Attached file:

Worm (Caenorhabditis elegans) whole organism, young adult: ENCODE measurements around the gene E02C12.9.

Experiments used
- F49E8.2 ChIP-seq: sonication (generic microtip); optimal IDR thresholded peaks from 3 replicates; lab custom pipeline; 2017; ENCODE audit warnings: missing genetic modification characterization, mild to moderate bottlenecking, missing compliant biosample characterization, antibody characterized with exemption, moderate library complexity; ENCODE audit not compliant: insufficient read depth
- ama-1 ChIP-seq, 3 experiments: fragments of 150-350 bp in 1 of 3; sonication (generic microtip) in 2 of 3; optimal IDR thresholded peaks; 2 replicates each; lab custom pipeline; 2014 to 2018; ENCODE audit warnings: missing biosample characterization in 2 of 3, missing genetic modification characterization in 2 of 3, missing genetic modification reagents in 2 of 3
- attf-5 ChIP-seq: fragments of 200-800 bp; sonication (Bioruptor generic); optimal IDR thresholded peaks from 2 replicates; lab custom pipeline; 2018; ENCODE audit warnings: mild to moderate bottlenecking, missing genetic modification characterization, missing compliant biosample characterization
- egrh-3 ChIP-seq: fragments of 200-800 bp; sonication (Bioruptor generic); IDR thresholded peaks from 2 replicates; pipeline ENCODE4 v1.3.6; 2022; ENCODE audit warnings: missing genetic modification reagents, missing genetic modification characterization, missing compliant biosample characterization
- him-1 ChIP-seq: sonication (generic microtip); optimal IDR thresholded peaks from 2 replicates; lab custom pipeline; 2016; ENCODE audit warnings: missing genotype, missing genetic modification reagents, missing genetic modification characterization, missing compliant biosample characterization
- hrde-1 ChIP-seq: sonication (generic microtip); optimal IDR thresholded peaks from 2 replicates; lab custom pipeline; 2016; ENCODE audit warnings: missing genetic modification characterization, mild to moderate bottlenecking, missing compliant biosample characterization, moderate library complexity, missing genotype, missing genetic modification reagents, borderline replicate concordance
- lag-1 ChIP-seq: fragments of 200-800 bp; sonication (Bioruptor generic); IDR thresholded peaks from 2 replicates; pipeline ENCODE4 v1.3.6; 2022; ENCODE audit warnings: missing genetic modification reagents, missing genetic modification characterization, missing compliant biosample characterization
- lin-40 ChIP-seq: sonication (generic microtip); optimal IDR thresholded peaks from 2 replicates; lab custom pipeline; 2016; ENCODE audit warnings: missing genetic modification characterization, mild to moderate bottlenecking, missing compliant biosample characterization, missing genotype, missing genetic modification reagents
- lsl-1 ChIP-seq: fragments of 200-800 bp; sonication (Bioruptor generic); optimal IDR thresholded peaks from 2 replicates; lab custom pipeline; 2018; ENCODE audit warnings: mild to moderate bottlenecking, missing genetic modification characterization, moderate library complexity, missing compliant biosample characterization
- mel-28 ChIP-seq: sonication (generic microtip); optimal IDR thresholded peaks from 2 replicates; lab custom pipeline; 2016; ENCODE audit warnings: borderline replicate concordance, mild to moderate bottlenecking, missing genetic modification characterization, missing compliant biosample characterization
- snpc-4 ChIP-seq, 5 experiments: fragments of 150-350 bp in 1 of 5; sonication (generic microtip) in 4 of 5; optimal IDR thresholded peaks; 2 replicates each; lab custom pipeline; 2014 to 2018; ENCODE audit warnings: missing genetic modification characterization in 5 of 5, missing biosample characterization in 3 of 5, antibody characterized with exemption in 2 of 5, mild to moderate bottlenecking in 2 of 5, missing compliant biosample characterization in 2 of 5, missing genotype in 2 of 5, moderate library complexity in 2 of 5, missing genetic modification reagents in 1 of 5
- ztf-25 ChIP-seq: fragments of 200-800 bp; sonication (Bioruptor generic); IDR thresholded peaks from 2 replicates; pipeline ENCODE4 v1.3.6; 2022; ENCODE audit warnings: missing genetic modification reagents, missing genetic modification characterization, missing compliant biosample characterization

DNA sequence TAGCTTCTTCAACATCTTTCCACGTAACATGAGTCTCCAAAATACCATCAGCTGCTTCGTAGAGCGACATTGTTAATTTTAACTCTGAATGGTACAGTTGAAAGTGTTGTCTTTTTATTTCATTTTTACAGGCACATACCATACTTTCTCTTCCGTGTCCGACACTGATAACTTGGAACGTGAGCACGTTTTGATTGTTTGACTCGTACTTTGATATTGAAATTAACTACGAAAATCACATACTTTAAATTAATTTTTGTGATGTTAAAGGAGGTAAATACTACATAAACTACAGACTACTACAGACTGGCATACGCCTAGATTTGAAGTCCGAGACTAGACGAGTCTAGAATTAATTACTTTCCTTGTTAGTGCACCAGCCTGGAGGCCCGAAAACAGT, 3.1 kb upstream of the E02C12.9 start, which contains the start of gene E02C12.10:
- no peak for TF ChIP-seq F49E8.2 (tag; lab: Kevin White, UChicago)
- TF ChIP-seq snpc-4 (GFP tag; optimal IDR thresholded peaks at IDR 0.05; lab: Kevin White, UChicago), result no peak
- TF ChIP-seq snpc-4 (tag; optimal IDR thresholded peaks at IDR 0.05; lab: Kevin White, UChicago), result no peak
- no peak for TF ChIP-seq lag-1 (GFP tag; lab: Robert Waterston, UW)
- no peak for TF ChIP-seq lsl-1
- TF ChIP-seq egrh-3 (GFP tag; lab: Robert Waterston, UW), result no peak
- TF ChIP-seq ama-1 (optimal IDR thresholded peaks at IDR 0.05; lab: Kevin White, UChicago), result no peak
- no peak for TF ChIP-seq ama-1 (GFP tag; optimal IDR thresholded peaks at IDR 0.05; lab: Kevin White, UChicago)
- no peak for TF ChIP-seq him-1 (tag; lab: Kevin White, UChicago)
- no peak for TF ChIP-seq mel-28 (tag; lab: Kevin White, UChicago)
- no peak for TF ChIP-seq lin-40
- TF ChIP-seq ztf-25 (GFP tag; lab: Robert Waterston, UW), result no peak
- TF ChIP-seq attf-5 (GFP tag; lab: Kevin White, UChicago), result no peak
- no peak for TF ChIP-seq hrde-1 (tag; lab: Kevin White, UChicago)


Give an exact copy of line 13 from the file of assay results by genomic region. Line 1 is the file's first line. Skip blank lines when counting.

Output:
- snpc-4 ChIP-seq, 5 experiments: fragments of 150-350 bp in 1 of 5; sonication (generic microtip) in 4 of 5; optimal IDR thresholded peaks; 2 replicates each; lab custom pipeline; 2014 to 2018; ENCODE audit warnings: missing genetic modification characterization in 5 of 5, missing biosample characterization in 3 of 5, antibody characterized with exemption in 2 of 5, mild to moderate bottlenecking in 2 of 5, missing compliant biosample characterization in 2 of 5, missing genotype in 2 of 5, moderate library complexity in 2 of 5, missing genetic modification reagents in 1 of 5